Help me diagnose my guitar amp problem

I have a fender princeton chorus that I bought, I’d say at least 10 years ago. So it’s not exactly new, and I think I’ve even had the same problems before and got it fixed, but I’m not even sure. If I did it was some time ago and since I’ve rarely played the electric in recent years I’ve kind of neglected the amp a great deal. But now I’ve got some important performances coming up in a very short time (namely for a local theatre production of The Rocky Horror Picture Show (I plug when I can)) and I sure could use some quick advice.

Here’s the problem: The amp seems OK at first when I turn it on. After playing for a short time (10 - 20 min.) it develops a loud buzzing hum (which in the distortion channel is simply unbearable; in the clean channel it is present but not terrible). The more I continue to play the worse it gets.

The questions: What is the problem or the possibilities? How much could I expect to pay to have it repaired? Is it something that a complete layman who’s good at following directions, like myself, could possibly fix himself and save some cash?

What type amp do you have, make, model etc…?

Fender Princeton Chorus. I’m not quite sure what other info I should provide, but I can look if you tell me where to find it.

If you turn on the amp for 10-20 minutes with the volume turned all the way down (and don’t play) and then turn it up will you get the hum immediately or does it still take 10-20 minutes of playing to get it?

The Princeton is solid state, so you don’t have a tube problem. But there is probably some electronic part that is failing when the amp comes up to operating temperature.

Amp repairs tend to be expensive. If you’re a complete layman, you probably shouldn’t try to fix it yourself, because you could electrocute yourself (even if the amp is unplugged). The only way to know for sure what’s wrong or how much a repair will cost is to take it to a shop for an estimate, but they will charge you for that.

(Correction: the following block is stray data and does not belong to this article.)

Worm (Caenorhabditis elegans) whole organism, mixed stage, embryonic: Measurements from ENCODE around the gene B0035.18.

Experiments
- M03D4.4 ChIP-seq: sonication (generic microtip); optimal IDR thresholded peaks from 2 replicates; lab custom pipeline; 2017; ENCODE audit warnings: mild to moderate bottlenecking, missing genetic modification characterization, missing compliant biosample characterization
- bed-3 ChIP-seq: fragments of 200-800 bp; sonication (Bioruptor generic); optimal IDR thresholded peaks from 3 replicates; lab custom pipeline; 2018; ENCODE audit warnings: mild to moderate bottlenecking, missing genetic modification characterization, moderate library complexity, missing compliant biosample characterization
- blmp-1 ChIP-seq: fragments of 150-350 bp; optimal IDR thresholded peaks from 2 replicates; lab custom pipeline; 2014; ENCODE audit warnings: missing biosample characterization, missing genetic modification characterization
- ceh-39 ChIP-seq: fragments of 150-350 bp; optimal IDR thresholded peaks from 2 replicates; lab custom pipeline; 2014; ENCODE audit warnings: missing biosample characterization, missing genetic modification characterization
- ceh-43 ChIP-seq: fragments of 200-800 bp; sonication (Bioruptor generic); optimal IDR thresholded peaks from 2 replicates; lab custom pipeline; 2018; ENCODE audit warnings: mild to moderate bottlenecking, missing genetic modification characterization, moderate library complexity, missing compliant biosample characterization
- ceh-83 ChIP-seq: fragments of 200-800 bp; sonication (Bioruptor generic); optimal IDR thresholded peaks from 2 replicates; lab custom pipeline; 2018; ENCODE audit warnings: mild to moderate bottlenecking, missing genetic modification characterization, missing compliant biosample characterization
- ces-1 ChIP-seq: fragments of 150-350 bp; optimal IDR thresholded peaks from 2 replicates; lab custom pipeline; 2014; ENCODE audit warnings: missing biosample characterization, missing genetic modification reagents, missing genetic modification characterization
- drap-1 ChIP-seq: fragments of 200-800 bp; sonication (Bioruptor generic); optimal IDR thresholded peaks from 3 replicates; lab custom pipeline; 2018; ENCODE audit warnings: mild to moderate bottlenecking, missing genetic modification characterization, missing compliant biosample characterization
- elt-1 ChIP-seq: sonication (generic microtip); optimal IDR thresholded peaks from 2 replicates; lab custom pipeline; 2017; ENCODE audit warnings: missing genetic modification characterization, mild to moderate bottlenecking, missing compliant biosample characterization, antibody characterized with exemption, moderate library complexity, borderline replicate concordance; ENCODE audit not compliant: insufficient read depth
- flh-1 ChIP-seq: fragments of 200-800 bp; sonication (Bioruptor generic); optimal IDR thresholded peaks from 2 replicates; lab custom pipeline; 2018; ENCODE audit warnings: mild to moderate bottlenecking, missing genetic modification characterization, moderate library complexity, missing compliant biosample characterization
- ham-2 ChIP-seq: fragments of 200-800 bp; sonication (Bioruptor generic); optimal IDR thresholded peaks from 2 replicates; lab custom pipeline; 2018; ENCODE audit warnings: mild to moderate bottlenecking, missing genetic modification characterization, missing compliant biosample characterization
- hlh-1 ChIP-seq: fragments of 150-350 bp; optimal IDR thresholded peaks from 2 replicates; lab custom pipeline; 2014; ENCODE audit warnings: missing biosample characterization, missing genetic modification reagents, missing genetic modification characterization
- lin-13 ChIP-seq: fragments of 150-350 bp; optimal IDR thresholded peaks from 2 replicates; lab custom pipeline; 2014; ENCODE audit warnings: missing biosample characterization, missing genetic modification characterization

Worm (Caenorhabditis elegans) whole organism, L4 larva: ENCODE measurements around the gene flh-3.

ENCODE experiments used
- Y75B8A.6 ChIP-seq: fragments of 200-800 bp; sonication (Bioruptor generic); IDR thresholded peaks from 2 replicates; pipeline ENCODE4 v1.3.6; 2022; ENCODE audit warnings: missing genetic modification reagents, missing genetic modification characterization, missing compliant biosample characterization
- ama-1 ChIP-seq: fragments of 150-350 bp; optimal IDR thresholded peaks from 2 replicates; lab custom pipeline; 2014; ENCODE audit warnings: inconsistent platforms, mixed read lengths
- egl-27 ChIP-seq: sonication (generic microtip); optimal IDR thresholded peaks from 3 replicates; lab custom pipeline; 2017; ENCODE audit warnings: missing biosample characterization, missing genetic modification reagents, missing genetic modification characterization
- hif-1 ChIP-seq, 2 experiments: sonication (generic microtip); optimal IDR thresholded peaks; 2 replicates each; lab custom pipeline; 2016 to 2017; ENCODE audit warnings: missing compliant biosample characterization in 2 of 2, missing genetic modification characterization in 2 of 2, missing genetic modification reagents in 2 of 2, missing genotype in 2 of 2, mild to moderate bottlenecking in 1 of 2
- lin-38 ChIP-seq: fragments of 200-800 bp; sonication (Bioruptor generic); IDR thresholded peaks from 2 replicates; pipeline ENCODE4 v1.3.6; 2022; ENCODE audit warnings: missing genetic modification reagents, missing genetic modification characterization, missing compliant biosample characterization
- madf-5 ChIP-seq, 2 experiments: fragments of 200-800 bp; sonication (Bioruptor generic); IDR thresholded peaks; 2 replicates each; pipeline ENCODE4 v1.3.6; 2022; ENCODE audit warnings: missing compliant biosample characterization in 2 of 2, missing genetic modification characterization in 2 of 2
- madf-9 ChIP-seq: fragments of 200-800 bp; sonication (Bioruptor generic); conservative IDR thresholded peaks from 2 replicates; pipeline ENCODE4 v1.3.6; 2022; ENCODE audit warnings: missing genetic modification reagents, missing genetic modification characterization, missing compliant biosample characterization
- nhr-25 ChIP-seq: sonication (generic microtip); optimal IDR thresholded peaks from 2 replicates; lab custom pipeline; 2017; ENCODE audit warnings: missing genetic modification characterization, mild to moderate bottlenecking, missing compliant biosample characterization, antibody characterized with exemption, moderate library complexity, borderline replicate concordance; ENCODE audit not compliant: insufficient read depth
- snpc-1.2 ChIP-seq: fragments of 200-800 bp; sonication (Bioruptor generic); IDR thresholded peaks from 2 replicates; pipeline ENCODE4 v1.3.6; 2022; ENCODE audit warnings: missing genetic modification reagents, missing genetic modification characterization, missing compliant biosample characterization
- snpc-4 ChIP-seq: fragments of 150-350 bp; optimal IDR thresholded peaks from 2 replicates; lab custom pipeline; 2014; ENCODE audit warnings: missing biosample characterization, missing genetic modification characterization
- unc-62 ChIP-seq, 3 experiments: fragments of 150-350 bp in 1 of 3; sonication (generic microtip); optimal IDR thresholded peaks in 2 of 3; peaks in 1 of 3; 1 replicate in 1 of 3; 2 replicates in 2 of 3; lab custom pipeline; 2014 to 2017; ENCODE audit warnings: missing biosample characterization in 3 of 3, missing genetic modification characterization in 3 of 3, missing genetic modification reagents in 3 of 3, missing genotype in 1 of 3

There might be some amp techs on this board that recognize the syndrome and can hazard a guess, but it will still be just an educated guess without examining the patient.

I’ll let you know in 10 - 20 min.

It sounds like a bad electrolytic capacitor in the power-supply filters. It’ll be one of the larger ones in the unit. Sometimes they can develop thermal defects as they age, and begin to leak electrically as they warm up.

Actually a bad capacitor in the power supply would be the first place I’d look regardless of the outcome of that experiment.

Results of experiment: hum was indeed present without any playing and volume all the way down for 20 min.

Interestingly, the hum is only present with the guitar plugged in and the guitar volume up. Turn the guitar volume off and no hum. But it isn’t the guitar (or cord) since I’ve tried it with others.

So, what are you guys saying in layman’s terms? Cost? degree of complexity involved in fixing problem? is it totalled or simply not worth fixing?

It’s probably worth fixing but proceed with extreme caution if you DIY. The capacitors that look like the culprit are potentially dangerous because they can hold a significant charge even with the unit unplugged. You’ll need to make sure the capacitors are discharged before working on them. Also do you know how to solder circuit boards?

If it’s a bad cap, as I suspect, it’s not terribly hard to fix. and they’re cheap enough, generally, to be worth replacing without even bothering to test them. It’ll be a cylinder-shaped part, with a value on the order of 2500 uF and probably around 300 WVDC. If you can post a photo of the guts, I can tell you exactly which parts they are.